Gynaecology Enhanced Recovery After Surgery (GERAS) is a UK wide patient-centred care pathway. The aim of GERAS is to improve patient recovery while ensuring a high standard of patient care.
This exercise is helpful if you have mucus to clear from your chest after surgery. It may also help you relax, relieve nausea and move any trapped wind.
This breathing technique will also help to clear any mucus.
You will not harm your stitches or scar when you cough. You will feel much more comfortable and able to cough if you support your stitches with your hands, a folded up towel or a pillow. If your surgery is through the vagina place your hand firmly over your sanitary pad.
When in hospital, we will probably ask you to wear TED stockings. These stockings are special support stockings to reduce the risk of blood clots. However, you should also do the following exercises to help maintain blood flow in your veins and help prevent blood clots developing.
As part of the ERAS pathway, we encourage early mobilisation. However, depending on the type of surgery you've had and your Consultant's post-operative recommendations, the time in which you mobilise from your bed may vary person to person.
Benefits of Early Mobilisation
To turn onto your side from lying on your back
To get out of bed
To get into bed
Stand with the back of the knees against the bed
Good posture will help prevent backache. You will feel better if you stand tall.
The ideal position for emptying your bowels is shown in the diagram.
It is important to exercise your abdominal muscles following your surgery. They form a natural corset and help to support your back and internal organs. The following exercise can also help to relieve wind and backache both of which are often felt after abdominal surgery.
As you feel more comfortable increase the amount of walking you do about the ward and take the opportunity to get as much rest as you can. Remember recovery from surgery varies with every individual. Listen to your body.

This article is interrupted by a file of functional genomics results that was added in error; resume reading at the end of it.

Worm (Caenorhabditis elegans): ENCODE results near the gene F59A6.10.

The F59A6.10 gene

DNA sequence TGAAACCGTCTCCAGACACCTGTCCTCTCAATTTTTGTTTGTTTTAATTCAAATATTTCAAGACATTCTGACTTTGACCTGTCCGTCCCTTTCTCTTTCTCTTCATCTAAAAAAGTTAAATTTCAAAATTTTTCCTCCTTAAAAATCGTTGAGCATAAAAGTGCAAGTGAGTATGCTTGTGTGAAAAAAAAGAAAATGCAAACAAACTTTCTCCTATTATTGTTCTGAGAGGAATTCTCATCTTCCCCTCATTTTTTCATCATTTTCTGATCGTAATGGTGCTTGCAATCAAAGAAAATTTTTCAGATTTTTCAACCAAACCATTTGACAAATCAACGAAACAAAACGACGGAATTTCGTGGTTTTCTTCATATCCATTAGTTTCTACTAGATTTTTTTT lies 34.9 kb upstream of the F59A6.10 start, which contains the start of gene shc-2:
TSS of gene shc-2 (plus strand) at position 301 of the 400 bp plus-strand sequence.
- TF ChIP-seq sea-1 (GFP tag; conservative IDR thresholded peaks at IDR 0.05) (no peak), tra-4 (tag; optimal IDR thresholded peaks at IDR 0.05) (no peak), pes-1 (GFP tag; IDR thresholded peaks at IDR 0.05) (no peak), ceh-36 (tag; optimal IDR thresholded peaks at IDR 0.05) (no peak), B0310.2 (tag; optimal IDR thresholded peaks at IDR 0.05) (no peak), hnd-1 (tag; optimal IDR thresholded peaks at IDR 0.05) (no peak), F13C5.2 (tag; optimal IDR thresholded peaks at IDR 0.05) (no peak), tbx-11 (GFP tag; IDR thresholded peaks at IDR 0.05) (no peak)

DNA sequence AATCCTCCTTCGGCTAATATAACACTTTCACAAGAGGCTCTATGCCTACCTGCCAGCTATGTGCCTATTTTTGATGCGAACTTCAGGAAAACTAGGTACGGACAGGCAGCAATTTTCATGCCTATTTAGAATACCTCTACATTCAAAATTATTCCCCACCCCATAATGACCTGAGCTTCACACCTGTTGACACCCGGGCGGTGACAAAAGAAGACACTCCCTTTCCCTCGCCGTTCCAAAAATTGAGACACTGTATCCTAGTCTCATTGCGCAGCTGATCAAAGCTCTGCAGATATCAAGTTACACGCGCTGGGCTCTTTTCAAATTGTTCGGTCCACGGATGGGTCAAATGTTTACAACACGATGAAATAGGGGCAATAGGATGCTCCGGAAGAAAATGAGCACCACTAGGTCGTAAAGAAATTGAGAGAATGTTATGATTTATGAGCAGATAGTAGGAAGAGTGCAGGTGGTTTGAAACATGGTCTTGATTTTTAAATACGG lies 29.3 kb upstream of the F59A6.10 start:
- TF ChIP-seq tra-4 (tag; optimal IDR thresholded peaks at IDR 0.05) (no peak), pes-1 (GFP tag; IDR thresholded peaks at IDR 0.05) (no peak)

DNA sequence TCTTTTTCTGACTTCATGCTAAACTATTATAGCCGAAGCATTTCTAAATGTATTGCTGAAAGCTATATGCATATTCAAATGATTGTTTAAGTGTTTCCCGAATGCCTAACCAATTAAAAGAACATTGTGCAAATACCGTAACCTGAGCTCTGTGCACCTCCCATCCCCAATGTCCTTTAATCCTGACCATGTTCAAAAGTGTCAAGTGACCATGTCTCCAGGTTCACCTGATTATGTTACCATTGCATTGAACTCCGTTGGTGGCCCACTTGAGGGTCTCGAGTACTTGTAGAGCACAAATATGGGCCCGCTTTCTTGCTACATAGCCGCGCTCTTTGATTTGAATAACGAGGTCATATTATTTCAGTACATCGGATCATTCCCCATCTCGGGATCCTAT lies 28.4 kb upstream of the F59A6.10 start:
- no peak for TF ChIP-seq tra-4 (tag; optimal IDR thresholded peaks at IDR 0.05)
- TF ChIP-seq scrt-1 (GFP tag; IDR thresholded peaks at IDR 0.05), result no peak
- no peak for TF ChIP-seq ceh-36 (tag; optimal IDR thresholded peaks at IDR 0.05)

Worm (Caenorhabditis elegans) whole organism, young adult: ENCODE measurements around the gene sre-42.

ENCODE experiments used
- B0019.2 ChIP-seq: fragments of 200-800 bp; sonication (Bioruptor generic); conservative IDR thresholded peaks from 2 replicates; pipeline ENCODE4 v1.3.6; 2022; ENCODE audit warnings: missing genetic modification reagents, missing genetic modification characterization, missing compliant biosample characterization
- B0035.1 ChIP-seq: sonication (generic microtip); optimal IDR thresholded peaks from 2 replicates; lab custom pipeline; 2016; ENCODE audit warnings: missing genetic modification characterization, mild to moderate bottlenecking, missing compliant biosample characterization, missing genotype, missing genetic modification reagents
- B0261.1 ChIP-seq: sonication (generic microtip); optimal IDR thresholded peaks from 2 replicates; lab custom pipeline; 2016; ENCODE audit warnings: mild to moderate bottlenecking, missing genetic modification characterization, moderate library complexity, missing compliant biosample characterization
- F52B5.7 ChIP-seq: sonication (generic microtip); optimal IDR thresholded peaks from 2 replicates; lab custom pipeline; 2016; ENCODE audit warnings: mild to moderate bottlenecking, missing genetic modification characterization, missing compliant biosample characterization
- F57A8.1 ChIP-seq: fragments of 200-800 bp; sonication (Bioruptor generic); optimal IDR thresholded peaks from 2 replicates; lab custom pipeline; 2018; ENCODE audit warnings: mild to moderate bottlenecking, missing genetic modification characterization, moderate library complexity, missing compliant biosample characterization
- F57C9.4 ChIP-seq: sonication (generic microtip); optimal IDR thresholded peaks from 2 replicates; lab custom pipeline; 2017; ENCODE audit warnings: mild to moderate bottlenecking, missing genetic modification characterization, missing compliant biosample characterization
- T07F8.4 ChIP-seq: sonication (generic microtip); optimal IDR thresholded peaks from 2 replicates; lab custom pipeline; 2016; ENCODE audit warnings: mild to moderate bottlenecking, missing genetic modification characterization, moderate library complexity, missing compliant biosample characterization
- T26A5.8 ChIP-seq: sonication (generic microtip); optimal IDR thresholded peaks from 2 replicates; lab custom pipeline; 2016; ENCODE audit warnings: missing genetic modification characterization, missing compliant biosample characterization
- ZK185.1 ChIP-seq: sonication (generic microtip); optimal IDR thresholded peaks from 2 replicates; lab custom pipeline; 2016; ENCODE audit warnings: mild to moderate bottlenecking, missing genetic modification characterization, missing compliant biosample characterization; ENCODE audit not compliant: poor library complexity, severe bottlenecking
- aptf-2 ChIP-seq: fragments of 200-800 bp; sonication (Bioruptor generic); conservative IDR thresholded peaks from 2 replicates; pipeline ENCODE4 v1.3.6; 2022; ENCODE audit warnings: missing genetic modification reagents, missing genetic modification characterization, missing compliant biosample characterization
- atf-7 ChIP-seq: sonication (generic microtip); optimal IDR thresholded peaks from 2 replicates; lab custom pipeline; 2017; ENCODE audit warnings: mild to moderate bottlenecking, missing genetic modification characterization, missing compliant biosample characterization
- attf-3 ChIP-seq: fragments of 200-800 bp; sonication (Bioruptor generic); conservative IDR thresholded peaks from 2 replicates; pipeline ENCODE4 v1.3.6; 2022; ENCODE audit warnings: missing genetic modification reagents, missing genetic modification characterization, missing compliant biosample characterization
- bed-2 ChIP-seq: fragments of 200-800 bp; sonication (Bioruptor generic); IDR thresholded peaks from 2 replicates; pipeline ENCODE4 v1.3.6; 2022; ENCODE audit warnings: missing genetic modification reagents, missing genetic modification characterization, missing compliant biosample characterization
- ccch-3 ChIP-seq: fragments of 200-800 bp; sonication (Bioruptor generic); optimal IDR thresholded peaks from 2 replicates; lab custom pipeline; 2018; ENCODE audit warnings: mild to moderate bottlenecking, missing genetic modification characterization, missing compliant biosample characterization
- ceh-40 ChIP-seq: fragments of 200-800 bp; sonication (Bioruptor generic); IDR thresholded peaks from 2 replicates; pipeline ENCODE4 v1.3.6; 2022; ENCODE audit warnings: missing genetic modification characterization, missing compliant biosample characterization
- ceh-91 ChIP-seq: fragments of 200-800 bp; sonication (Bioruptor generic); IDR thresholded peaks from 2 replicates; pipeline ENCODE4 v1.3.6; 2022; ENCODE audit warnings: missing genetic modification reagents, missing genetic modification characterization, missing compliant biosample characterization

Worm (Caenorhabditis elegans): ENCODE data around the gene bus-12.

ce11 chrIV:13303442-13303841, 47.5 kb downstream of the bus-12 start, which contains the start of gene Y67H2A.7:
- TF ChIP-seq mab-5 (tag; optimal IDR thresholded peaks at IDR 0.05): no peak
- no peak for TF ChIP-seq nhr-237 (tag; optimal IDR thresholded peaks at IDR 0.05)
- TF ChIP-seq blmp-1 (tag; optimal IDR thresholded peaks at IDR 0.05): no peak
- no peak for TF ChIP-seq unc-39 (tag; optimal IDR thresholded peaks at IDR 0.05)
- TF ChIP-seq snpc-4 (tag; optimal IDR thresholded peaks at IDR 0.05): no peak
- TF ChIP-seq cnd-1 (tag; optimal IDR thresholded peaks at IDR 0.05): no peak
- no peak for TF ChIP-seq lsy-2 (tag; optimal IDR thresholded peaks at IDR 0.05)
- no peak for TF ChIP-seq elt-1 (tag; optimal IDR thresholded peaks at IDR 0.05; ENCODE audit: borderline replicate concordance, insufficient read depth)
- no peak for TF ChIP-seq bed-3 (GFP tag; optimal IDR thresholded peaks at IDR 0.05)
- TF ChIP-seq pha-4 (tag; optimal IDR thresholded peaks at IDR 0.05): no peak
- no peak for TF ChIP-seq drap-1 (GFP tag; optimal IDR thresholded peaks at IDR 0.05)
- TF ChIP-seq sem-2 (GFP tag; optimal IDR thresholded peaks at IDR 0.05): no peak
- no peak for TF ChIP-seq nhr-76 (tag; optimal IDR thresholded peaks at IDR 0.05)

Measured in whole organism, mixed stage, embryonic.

Your stay in hospital will vary depending on the type of surgery you have had. Even when your wound heals, healing continues in the deeper tissues. Take advantage of any help offered.
You may be more comfortable if a towel, folded into a pad is placed across your abdomen.
When getting into the car
Returning to driving will depend on the type of surgery you have had, advice from your surgeon, your recovery and your comfort. It can take as long as six weeks following major abdominal surgery before you feel able to drive.
Make sure that you:
For the first six weeks after major abdominal surgery you should only lift light loads such as one litre bottle of water (1.1 kg). You can gradually increase this to three litres by 12 weeks after your surgery.
Always remember to bend your knees, pull in your deep abdominal muscles and draw in your pelvic floor muscles as you lift, this can help protect your back.
Try common daily activities in sitting instead of standing, such as preparing vegetables.
For the first six weeks try to take a rest every afternoon lying on your bed for a least an hour.
You will probably have had a six week postoperative check. You may feel able to return gradually to both work and previous activities. We advise you to check with your surgeon if you are unsure.
Returning to Work
You may feel ready to return if your job is not physically demanding or is part time. If your job involves heavy lifting, returning to work will take longer, 10-12 weeks depending on how physically demanding it is. Your employer may offer you a phased return to work.
Whatever your workplace, good posture is important at all times and correct lifting habits must be remembered for life in order to protect your back.
The time when you resume sexual activity will depend upon the type and extent of your surgery and how you feel but it is usually around six weeks. Before you leave hospital you will need to ask your surgeon when you can resume full intercourse.
You may be able to start swimming after your six week postoperative check as long as your scar has healed and any vaginal bleeding or discharge has stopped.
You may be able to start low impact exercise and controlled stretches after your six week postoperative check as long as your scar has healed. You should gradually resume your preferred exercise. However, you should avoid competitive sports and high impact exercise for 12 weeks. Please contact our physiotherapy department for individual advice.
For further advice please refer to
Reproduced with permission of Pelvic Obstetric and Gynaecological Physiotherapy (pogp.csp.org.uk)